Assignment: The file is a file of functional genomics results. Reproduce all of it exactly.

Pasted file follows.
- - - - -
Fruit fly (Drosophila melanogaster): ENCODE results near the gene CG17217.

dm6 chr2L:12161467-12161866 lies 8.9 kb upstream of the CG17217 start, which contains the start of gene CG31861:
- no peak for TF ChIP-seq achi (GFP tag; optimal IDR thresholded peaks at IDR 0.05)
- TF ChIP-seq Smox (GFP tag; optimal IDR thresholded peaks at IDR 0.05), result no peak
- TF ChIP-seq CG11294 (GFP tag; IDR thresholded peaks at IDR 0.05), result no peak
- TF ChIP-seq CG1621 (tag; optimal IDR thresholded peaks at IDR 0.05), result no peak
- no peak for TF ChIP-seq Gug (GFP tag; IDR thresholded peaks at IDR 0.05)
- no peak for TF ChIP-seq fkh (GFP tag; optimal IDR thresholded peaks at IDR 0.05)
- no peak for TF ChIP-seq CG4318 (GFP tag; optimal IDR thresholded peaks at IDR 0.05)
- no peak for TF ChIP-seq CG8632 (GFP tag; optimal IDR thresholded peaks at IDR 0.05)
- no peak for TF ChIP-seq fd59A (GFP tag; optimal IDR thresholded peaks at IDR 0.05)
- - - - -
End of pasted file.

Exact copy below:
Fruit fly (Drosophila melanogaster): ENCODE results near the gene CG17217.

dm6 chr2L:12161467-12161866 lies 8.9 kb upstream of the CG17217 start, which contains the start of gene CG31861:
- no peak for TF ChIP-seq achi (GFP tag; optimal IDR thresholded peaks at IDR 0.05)
- TF ChIP-seq Smox (GFP tag; optimal IDR thresholded peaks at IDR 0.05), result no peak
- TF ChIP-seq CG11294 (GFP tag; IDR thresholded peaks at IDR 0.05), result no peak
- TF ChIP-seq CG1621 (tag; optimal IDR thresholded peaks at IDR 0.05), result no peak
- no peak for TF ChIP-seq Gug (GFP tag; IDR thresholded peaks at IDR 0.05)
- no peak for TF ChIP-seq fkh (GFP tag; optimal IDR thresholded peaks at IDR 0.05)
- no peak for TF ChIP-seq CG4318 (GFP tag; optimal IDR thresholded peaks at IDR 0.05)
- no peak for TF ChIP-seq CG8632 (GFP tag; optimal IDR thresholded peaks at IDR 0.05)
- no peak for TF ChIP-seq fd59A (GFP tag; optimal IDR thresholded peaks at IDR 0.05)